Quantum Night by Robert J. Sawyer #BookReview

Title: Quantum Night | Author: Robert J. Sawyer | Publisher: Ace | Pub. Date: 2016-3-1 | Pages: 368 | ISBN13: 9780425256831 | Genre: Science Fiction Thriller | Language: English | Triggers: None | Rating: 4 out of 5 | Source: Received a copy from the publisher for review consideration


Quantum Night

With such compelling and provocative novels as Red Planet Blues, FlashForward and The WWW Trilogy, Robert J. Sawyer has proven himself to be “a writer of boundless confidence and bold scientific extrapolation” (New York Times). Now, the Hugo and Nebula Award-winning author explores the thin line between good and evil that every human being is capable of crossing…

Experimental psychologist Jim Marchuk has developed a flawless technique for identifying the previously undetected psychopaths lurking everywhere in society. But while being cross-examined about his breakthrough in court, Jim is shocked to discover that he has lost his memories of six months of his life from twenty years previously—a dark time during which he himself committed heinous acts.

Jim is reunited with Kayla Huron, his forgotten girlfriend from his lost period and now a quantum physicist who has made a stunning discovery about the nature of human consciousness. As a rising tide of violence and hate sweeps across the globe, the psychologist and the physicist combine forces in a race against time to see if they can do the impossible—change human nature—before the entire world descends into darkness.Book cover for Quantum Night

Quantum Night Review

Quantum Night grabs the reader, demands their attention, and proceeds to horrify them (in some aspects) because it seems more fiction than fact. The opening pages alone are enough to make you realize that you need to put aside your distractions and focus on what Sawyer is saying.  I’ve been in the midst of a reading slump where most of the adult fiction submitted for my perusal has been mildly interesting at best and outright boring the rest of the time.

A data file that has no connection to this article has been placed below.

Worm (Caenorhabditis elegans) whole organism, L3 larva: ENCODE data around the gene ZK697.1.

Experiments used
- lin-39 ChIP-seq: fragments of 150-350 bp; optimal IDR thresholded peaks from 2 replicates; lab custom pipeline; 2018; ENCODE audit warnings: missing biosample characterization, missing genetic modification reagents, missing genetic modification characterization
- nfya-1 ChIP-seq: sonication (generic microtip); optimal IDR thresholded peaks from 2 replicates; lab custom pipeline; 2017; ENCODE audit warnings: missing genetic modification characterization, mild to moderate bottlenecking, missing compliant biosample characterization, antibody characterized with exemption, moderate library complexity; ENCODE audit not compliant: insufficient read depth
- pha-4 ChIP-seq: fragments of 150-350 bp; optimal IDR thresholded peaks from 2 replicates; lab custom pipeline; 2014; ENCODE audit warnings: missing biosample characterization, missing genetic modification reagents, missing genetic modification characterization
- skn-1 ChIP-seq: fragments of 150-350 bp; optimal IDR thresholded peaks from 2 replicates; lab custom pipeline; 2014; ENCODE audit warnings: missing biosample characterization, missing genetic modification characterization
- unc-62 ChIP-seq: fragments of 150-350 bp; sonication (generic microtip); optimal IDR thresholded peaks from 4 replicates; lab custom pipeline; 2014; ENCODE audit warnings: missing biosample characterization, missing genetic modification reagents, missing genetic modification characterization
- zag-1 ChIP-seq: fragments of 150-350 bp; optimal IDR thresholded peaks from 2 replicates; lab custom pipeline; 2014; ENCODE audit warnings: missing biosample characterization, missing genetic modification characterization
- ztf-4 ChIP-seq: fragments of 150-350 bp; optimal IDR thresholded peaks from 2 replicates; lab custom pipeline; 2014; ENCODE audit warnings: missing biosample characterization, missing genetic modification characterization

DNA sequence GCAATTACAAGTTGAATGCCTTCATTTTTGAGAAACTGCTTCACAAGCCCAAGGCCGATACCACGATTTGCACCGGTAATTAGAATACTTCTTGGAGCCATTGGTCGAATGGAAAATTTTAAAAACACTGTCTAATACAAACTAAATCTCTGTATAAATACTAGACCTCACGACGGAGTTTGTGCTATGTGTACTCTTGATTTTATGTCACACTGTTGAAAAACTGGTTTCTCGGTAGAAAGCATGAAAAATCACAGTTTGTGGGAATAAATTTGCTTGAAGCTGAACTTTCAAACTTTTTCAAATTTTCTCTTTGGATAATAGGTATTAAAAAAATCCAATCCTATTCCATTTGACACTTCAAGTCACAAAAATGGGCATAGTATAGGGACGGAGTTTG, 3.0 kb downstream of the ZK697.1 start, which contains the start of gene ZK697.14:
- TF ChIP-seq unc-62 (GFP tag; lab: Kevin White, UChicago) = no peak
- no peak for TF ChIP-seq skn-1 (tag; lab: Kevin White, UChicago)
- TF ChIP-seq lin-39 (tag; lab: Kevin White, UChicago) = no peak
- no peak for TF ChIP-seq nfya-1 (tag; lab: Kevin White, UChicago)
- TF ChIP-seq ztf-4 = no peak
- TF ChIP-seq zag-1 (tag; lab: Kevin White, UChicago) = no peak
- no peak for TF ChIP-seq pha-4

Sawyer’s prose can, when discussing scientific things, make your mind want to wander, but luckily he’s able to pull you right back into the text and keep you engaged.  If you’re someone who is intimidated by not having a complete grasp on the science talked about in what you’re reading, this book will overwhelm you in certain sections. However, if you can just accept that you don’t really need to get it to enjoy the story; you’ll be good to go. (It’s probably best if you can just accept it while you’re reading it and go, as there’s at least one part that will definitely throw some people off.)

The opposite side of the aforementioned coin is that one of the things I appreciated about Quantum Night was that it made me want to know more about the science mentioned. I am, and have always been, one of those people that will look things up if I read about them. Just to see if they’re true or not. Sometimes it’s to fact check when I smell male cow dung, but other times it’s because I’m extremely curious and want to broaden my horizons with five minutes of Googling and nerding out. The continued talk of philosophical zombies was the cause of one such five minute foray.

Filled with references that most people with a passing association with the internet will recognize: Megyn Kelly, Huffington Post, etc, it is a novel set in a near-future (2020, to be exact) that is easily imaginable.  Actually, the continual references to reality is one of the few downfalls of this novel. It was so inundated with name dropping of various things that it got a bit tedious at times. Not enough to dissuade me from reading it, by any means, though.

I thought it was interesting that while I started off really liking the main character, by the end of the book I kind of wanted to smack him. A very good guy – one who ‘walked the walk’ – and I still wanted to smack him because he annoyed me. But he was an interesting character. Most of them were, really. I couldn’t fault any of them for how they reacted to the various situations they were put in.

Quantum Night isn’t perfect. I felt like he’d laid solid groundwork, couldn’t quite get everything to gel in a way that didn’t seem easy and/or convenient.  However, for all its faults, it is extremely interesting read. It was one that I couldn’t put down once I started reading, and came back to ever possible chance I got until I finished it the same day. I need to read more from this author. I can’t believe I’ve never come across him before.

Buy Link: Amazon

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